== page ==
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BY Heiner Flassbeck
Europe is on the brink of a potentially lethal crisis. A dozen years after the start of the European Monetary Union (EMU) the system is in troubled water and the political leaders, blinded by an anti-government ideology are steering the boat towards some dangerous rocks and risk the end of a long and peaceful ride in a formerly war torn region.
Much has been said about the folly of pushing countries to cut public expenditure, increase taxes and put pressure on wages in the middle of one of the deepest recessions in modern history. However, even the outspoken critics of this approach rarely go to the core of the matter and discuss the long established economic policy strategy of the country that has come out of that recession like a phoenix from the ashes and is still celebrating its unique role and success.
To the contrary, Germany is considered by many as the role model for the rest of the union. That is the biggest mistake and the real reason why Europe is committing economic suicide instead of tackling its problem at the root.
Since the end of Bretton Woods, Germany’s economic policy has been based on two main pillars: competition of nations – the new mercantilism and monetarism. Both are irreconcilable with a monetary union of the European size. Firstly, a monetary union is in essence a union of countries willing to harmonize their rates of inflation and to sacrifice national monetary policies. A country like Germany, fighting for higher market shares in international markets, tries to achieve the opposite. It has to undercut the cost and price level of its main trading partners even if it violates the commonly agreed inflation target.
Secondly, a large monetary union formed by already closely integrated countries becomes a rather closed economy and needs domestic policy instruments like monetary policy to stimulate growth time and again. German monetarism asks for the opposite, the absence of any discretionary action of central banks and relies solely on flexibility of prices, in particular wages.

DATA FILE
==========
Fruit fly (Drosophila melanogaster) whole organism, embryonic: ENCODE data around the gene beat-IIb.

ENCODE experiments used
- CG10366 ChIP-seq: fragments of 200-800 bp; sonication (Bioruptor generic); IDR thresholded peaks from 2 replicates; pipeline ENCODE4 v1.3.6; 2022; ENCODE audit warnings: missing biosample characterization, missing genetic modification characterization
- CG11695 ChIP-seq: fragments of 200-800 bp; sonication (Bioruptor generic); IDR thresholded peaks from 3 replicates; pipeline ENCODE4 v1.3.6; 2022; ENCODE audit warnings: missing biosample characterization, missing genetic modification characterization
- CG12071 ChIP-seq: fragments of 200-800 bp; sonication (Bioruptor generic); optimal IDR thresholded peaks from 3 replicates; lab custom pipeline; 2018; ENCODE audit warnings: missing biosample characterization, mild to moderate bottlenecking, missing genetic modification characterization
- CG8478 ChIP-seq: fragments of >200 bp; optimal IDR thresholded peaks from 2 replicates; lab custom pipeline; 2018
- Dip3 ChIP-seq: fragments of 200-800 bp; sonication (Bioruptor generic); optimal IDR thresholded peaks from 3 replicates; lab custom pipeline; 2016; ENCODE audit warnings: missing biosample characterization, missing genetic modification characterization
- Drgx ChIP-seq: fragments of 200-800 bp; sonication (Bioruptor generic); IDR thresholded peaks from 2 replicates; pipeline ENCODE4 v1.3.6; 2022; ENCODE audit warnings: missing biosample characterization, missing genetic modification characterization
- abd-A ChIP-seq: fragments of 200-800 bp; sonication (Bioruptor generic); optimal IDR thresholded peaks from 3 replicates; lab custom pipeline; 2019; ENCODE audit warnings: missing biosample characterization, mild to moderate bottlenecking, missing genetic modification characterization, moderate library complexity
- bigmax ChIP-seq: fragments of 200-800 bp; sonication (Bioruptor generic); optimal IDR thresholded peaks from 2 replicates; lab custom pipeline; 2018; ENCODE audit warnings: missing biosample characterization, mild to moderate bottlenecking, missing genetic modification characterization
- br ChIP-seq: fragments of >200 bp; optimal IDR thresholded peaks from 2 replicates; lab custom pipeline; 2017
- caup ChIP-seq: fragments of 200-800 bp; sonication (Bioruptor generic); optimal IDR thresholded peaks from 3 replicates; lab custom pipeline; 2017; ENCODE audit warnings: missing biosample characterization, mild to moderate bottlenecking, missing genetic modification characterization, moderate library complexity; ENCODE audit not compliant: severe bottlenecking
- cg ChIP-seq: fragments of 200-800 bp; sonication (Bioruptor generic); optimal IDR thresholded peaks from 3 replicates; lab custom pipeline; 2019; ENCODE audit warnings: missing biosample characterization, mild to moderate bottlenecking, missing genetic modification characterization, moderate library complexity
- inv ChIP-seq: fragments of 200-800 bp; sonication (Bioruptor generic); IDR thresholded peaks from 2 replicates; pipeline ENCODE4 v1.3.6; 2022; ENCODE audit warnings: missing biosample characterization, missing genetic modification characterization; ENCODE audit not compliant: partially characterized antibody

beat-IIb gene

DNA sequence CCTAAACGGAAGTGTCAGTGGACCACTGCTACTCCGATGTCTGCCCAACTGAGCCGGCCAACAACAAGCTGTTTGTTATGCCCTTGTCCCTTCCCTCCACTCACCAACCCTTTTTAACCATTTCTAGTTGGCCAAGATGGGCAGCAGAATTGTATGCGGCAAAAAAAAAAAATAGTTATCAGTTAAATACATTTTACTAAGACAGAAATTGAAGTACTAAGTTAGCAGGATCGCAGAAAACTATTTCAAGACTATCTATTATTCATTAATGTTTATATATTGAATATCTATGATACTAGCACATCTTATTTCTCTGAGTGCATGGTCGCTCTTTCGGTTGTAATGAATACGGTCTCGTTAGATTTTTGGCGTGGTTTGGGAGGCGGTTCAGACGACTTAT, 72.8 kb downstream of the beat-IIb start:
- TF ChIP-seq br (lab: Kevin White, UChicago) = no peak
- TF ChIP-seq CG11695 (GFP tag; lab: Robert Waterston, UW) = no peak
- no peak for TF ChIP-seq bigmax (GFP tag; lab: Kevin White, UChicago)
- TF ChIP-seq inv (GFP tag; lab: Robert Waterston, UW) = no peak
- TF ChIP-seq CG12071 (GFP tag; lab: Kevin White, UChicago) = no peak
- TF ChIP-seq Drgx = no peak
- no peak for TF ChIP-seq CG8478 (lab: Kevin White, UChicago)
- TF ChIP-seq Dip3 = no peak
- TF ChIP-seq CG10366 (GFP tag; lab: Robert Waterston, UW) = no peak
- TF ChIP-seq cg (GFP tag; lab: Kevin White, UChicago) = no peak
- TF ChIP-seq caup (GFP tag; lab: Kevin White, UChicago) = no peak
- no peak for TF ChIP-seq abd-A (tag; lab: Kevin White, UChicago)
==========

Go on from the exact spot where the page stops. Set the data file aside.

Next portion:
This is particularly tragic as the monetary union was an excellent economic idea and its foreseeable failure will prevent many useful attempts in the future to replace the vagaries of the financial markets in the determination of exchange rates by an orderly adjustment of the value of currencies to the fundamentals. But the best idea is useless if its protagonists and those politicians putting it into practice fail to understand it. Insofar the history of the euro is the history of a misunderstanding.
From the very beginning neither the European Commission (EC) nor the European Central Bank (ECB) were up to their task of controlling the core of the system effectively. Eventually, this is the result of the failure of mainstream economic thinking. The crucial institutions were misled in their attempt to form a union with diverging economic concepts instead of designing a new economic policy strategy for all. They began to realise their failure only in the face of the crisis – but now the time is running out for successful changes to save the euro.
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